Wednesday, 4 January 2012

new york militia

Raising of house no. 39 White Street, N. York, by Brown & Adams, 1860.
Many units of New York State militia saw service in the American Civil War, after being activated into federal service by President Abraham Lincoln.[Peddlers, New York City, 1860's.]


The activation of state militia by President Abraham Lincoln led to some conflict with State authorities in command of the units:"Pork lively" - a sketch from nature at the corner of Broadway and Fourth Street.
After Lincoln called out all the militia in April 1861, the Republican Wide Awakes, the Democratic "Douglas Invincibles", and other parade groups volunteered en masse for the Union army. In 1864, reports of political rallies note that "The Northwestern Wide Awakes, the Great Western Light Guard Band, and the 24th Illinois Infantry" were at a Chicago meeting. On November 5, the Chicago Union Campaign Committee (the name of Lincoln's party that year) declared,Broadway, south of Vesey Street.
"On Tuesday next the destiny of the American Republic is to be settled. We appeal to Union men. We appeal to merchants to close their stores, manufacturers to permit their clerks and laborers to go to the polls, the Board of Trade to close, the Union Leagues and Wide Awakes to come out. The rebellion must be put down.Grand procession of Wide-Awakes, NYC, on the evening of Oct. 3, 1860.
With the advent of the Civil War in April, 1861, the 14th regiment saw its first war service in guarding the Brooklyn Navy Yard. By mid-April of that year, the "Brooklyn Chasseurs" were ready to leave New York for Washington D.C. The 14th Regiment New York State Militia (also called the 14th Brooklyn) was a volunteer militia regiment from the City of Brooklyn, New York. It is primarily known for its service in the American Civil War from April 1861 to May 1864, although it later served in the Spanish American War and World War I (as part of the 106th Regiment).A Garten Wirthschaft. In the Civil War, the regiment was made up of a majority of abolitionists from the Brooklyn area. It was led first by Colonel Alfred M. Wood and later by Colonel Edward Brush Fowler.File:Fowler.jpg The 14th Brooklyn was involved in heavy fighting, including most major engagements of the Eastern Theater. Their engagements included the First and Second Battles of Bull Run, the Battle of Antietam,File:Battle of Antietam.png Fredericksburg,File:Battle of Fredericksburg, Dec 13, 1862.png Chancellorsville, GettysburgFile:Battle of Gettysburg, by Currier and Ives.png, The Wilderness, and Spotsylvania Court House. File:Battle of Spottsylvania (1).pngDuring the war, the men of the 14th Brooklyn were well known by both armies and throughout the country for their hard drill, hard fighting, and constant refusal to stand down from a fight. During their three years of service they never withdrew from battle in unorderly fashion.A cheerful walk in the Eighth Avenue. On December 7, 1861, the State of New York officially changed the regiment's designation to the 84th New York Volunteer Infantry (and its unit histories are sometimes found under this designation). But at the unit's request and because of the fame attained by the unit at First Bull Run, the United States Army continued to refer to it as the 14th.File:First Battle of Bull Run Kurz & Allison.jpg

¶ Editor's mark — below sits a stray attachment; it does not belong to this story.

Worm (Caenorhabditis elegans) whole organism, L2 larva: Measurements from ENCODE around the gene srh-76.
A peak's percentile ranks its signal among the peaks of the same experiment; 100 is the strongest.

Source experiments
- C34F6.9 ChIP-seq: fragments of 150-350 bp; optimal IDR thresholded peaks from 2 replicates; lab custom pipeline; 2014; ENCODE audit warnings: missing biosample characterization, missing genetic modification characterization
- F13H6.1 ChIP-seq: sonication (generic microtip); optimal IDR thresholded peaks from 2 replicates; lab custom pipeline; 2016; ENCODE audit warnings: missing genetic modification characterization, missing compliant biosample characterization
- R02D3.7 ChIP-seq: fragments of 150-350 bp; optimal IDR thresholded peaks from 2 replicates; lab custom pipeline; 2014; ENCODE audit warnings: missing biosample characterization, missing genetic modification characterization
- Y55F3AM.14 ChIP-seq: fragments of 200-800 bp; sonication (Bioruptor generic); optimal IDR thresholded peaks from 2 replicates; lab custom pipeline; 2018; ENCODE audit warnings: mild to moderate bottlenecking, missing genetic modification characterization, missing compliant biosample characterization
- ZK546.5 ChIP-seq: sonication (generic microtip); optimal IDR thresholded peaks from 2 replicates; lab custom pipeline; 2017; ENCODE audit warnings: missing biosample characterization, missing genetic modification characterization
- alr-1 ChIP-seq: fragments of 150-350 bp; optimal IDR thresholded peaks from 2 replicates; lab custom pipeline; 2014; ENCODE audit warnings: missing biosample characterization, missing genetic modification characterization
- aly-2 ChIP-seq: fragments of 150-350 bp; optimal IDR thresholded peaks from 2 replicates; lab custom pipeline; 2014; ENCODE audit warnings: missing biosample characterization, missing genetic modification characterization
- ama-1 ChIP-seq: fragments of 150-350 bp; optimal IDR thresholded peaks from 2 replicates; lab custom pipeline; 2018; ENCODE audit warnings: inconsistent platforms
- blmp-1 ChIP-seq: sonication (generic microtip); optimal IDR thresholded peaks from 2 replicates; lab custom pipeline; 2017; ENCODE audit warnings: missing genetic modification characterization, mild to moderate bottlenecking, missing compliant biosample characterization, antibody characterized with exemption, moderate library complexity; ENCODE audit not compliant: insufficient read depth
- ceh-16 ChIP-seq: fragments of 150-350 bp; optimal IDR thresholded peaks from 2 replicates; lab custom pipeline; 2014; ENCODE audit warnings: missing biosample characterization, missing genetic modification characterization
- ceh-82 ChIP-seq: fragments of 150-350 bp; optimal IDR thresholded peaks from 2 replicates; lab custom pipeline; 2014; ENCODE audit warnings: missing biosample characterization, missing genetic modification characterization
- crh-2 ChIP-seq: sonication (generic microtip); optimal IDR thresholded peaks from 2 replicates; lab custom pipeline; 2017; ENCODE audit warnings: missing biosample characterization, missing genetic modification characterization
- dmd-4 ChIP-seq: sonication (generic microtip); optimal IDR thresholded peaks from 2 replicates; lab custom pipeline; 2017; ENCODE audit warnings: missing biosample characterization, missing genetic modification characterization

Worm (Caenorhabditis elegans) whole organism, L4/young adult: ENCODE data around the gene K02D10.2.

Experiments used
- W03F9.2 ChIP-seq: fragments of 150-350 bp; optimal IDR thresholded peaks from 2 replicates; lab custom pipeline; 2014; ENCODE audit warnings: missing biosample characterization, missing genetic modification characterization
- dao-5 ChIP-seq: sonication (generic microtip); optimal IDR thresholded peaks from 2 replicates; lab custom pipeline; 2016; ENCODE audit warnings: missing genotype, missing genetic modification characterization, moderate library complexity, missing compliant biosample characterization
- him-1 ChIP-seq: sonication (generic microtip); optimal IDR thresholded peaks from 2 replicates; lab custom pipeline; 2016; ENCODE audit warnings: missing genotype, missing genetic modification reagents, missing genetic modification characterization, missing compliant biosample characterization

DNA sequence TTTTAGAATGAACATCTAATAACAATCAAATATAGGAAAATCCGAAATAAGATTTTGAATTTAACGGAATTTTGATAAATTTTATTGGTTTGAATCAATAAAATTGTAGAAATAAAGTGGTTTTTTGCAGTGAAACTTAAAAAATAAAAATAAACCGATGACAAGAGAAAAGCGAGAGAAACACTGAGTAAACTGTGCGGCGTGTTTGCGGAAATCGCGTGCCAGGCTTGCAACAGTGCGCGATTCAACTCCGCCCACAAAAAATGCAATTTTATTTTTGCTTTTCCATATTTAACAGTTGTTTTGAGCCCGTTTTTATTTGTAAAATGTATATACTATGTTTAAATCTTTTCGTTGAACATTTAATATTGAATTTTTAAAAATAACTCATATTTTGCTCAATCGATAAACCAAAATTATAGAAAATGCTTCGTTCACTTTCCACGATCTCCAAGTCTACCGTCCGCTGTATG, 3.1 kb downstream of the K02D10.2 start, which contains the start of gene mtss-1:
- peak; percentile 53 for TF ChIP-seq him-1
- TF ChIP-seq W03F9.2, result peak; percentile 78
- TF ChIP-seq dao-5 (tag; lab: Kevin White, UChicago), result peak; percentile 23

The 14th Brooklyn received its nickname, the "Red Legged Devils", during the First Battle of Bull Run. Referring to the regiment's colorful red trousers as the regiment repeatedly charged up Henry House Hill,
Confederate General Thomas J. "Stonewall" Jackson yelled to his men, "Hold On Boys! Here come those red legged devils again!"File:Stonewall Jackson.jpg
In the early part of the war, when the 14th Brooklyn was in General Walter Phelps' brigade, the brigade was named "Iron Brigade". It would later to become known as the "Eastern Iron Brigade"File:Companyg.jpg after John Gibbon's Black Hat Brigade was given the name "Western Iron Brigade". File:Iron Brigade Monument.jpgAt the conclusion of the war, all members of 
the "Eastern" or "First" Iron Brigade were given medals for their service within the Iron Brigade.
Colonel Alfred Wood advised the Honorable Governor Morgan File:EDMorgan.jpgthat the regiment was prepared to march and had accepted a three year federal enlistment. However, the governor would not issue orders for the regiment to leave New York. While encamped at Fort Greene Park in Brooklyn , Colonel Wood and Congressman Moses O'Dell went to see President Lincoln to secure orders for the regiment to march to Washington. President Lincoln lost no time in issuing those orders to the 14th Brooklyn. When Governor Morgan learned that the regiment was preparing to march, he telegraphed Colonel Wood and inquired "by what authority" did he move his regiment, Colonel Wood coolly replied, "By the authority of the President of the United States

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